Now is an ideal time for Columns to revisit a topic which I feel was mishandled some time ago, the "Greek" system [see "Honor House or Animal House," June 1993]. ... Dorm residency is on the decline, but what are the reasons? Fraternities are reorganizing under a paid representative, but what are the reasons? How effective is the University of Washington in relating to the undergraduates and the Greeks?
If researched, I believe you will find that 99 percent of major colleges have a salaried "Greek coordinator" reporting to the dean of students. The UW has no salaried person responsible for the Greek system and, in fact, draws a distinct border "battle-line" at NE 45th Street.
... Your excellent article on the new University president, Richard McCormick, The Road to Seattle, is a prime reason to launch an article which looks at the undergraduate paradigm. At the University of North Carolina, Chapel Hill, he was directly involved in the development of a salaried Greek coordinator position, bridging the gap between the university and their Greek system.
Les Dunlap, '79
Editor's Note: The UW has a salaried liaison to both fraternities and sororities--which are autonomous, non-profit organizations located outside of UW property. The liaison is Ricardo Galindez, '85, '88, special assistant for Greek relations under Vice President for Student Affairs Ernest Morris.
He may think he can "make it humorous," but, exempting the Kato example, he's about as humorous as the Oklahoma City blast. He could learn a lot from Orange County Register cartoonist Mike Shelton, but undoubtedly would not, since he demonstrates the ultra-liberal-left-wing, closed-minded, head-in-the-sand approach to the real world (not the world of the Atlanta Constitution, incidentally).
I consider myself very fortunate to have attended school before it became The People's Republic of Washington, dominated by a socialistic academia. Unless and until the UW gets back on track and hears what the people of this country are saying--loud and clear--you can count me out as a supporter.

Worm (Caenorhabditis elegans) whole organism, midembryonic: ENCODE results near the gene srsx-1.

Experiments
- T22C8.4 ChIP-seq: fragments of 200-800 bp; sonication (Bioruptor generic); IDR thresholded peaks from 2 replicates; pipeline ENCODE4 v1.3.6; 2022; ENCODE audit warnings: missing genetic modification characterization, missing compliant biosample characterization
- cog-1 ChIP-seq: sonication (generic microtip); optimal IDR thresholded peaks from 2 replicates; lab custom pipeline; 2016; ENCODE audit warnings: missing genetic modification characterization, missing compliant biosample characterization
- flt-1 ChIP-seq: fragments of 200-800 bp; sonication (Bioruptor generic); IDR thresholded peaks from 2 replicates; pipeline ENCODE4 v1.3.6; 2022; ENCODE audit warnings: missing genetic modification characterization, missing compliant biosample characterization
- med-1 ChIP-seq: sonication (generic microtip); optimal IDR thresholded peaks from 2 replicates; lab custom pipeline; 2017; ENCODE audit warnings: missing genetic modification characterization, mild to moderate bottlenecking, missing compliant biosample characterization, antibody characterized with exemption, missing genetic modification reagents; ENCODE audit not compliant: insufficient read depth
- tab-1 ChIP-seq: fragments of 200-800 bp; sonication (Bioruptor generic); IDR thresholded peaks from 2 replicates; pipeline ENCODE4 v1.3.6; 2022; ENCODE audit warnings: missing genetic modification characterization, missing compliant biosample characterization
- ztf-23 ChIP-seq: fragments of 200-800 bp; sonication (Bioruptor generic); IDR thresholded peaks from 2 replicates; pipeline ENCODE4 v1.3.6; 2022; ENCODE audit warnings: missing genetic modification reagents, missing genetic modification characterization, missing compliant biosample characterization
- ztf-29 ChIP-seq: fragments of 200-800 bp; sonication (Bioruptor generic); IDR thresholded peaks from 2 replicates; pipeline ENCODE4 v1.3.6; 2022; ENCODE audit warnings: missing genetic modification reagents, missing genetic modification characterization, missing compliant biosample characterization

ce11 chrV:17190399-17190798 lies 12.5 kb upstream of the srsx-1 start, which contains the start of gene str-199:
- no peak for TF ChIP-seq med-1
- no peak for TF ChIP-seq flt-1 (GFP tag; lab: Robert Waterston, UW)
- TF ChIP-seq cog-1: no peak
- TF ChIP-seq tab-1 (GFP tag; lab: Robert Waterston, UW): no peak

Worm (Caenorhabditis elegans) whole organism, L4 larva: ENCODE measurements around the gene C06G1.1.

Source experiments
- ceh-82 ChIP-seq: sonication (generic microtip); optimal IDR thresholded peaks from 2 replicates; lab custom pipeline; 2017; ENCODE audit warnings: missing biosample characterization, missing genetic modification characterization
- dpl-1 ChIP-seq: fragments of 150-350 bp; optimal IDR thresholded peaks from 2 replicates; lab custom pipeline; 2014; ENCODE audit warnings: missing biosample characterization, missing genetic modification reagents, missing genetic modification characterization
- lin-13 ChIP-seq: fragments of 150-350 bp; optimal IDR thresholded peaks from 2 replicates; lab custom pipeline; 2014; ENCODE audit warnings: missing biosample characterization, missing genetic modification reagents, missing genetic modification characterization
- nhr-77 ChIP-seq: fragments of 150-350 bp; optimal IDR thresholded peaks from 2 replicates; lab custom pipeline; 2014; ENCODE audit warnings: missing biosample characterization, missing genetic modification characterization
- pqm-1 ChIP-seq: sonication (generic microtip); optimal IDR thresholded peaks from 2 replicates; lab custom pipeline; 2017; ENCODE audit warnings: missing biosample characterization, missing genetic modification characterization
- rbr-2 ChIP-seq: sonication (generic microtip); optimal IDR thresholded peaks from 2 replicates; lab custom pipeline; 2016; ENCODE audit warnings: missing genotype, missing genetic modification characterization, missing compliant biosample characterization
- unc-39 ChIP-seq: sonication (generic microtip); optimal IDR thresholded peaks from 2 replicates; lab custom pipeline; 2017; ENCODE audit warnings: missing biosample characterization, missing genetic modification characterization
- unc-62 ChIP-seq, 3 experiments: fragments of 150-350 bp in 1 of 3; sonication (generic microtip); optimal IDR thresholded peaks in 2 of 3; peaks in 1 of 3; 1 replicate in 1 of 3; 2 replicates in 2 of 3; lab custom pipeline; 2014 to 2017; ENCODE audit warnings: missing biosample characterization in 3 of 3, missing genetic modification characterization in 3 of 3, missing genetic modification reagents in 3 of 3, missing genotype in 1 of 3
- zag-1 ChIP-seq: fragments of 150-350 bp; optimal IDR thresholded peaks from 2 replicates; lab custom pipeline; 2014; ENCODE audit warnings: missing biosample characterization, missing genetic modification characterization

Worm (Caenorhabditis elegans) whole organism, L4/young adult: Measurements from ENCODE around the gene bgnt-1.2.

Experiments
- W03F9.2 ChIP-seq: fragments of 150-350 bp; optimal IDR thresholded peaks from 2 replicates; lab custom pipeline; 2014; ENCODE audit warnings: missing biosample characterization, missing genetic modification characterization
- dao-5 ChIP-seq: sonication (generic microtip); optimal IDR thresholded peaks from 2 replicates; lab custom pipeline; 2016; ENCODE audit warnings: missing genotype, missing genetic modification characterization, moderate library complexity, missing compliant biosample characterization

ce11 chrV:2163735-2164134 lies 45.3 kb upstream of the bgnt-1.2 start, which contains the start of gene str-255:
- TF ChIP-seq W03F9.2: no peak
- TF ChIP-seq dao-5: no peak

Martin Sorber, '48
Newport Beach, Calif.
Robert Montgomery, '78
The accounts by graduates relative to the influence that certain professors had on their careers was very interesting, 25 Years of Top Teaching. That brought into focus my own experiences.
One UW professor, Linden Mander, made a great impression on my career, but in a different way. I was in a class of pre-law students dealing with common law. Because my name was Blackstone, I was called on to recite every day by Professor Mander. It was about this time that I decided law was not for me, even though my father was an attorney. I changed to geology and have had a very successful career in that field.
Professor Emeritus D.L. Blackstone Jr. '31
University of Wyoming
Editor's Note: Professor Blackstone recently received the highest honor given by the American Institute of Professional Geologists, the Parker Memorial Medal. He is the author of The Traveler's Guide to the Geology of Wyoming.
The name of the architectural firm that designed the new UW Chemistry Building was incorrect in the September issue of Columns. The firm's name is Moore Ruble Yudell.
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Return to December 1995 Table of Contents.